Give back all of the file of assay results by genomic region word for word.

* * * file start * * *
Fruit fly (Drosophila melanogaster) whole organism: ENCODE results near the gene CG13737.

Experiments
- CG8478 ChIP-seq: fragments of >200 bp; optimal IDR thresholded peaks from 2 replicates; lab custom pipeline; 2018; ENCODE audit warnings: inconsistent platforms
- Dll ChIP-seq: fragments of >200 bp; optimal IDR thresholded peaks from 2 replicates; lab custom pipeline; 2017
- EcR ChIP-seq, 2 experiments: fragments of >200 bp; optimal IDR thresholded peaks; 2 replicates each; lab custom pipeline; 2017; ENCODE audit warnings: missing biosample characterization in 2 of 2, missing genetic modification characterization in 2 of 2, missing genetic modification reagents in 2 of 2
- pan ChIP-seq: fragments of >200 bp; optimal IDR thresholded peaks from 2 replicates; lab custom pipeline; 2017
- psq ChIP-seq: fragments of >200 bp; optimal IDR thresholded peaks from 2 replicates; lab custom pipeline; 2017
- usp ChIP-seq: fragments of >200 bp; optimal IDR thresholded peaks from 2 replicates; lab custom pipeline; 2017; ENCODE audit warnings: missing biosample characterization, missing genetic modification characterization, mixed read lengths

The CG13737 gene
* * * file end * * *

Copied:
Fruit fly (Drosophila melanogaster) whole organism: ENCODE results near the gene CG13737.

Experiments
- CG8478 ChIP-seq: fragments of >200 bp; optimal IDR thresholded peaks from 2 replicates; lab custom pipeline; 2018; ENCODE audit warnings: inconsistent platforms
- Dll ChIP-seq: fragments of >200 bp; optimal IDR thresholded peaks from 2 replicates; lab custom pipeline; 2017
- EcR ChIP-seq, 2 experiments: fragments of >200 bp; optimal IDR thresholded peaks; 2 replicates each; lab custom pipeline; 2017; ENCODE audit warnings: missing biosample characterization in 2 of 2, missing genetic modification characterization in 2 of 2, missing genetic modification reagents in 2 of 2
- pan ChIP-seq: fragments of >200 bp; optimal IDR thresholded peaks from 2 replicates; lab custom pipeline; 2017
- psq ChIP-seq: fragments of >200 bp; optimal IDR thresholded peaks from 2 replicates; lab custom pipeline; 2017
- usp ChIP-seq: fragments of >200 bp; optimal IDR thresholded peaks from 2 replicates; lab custom pipeline; 2017; ENCODE audit warnings: missing biosample characterization, missing genetic modification characterization, mixed read lengths

The CG13737 gene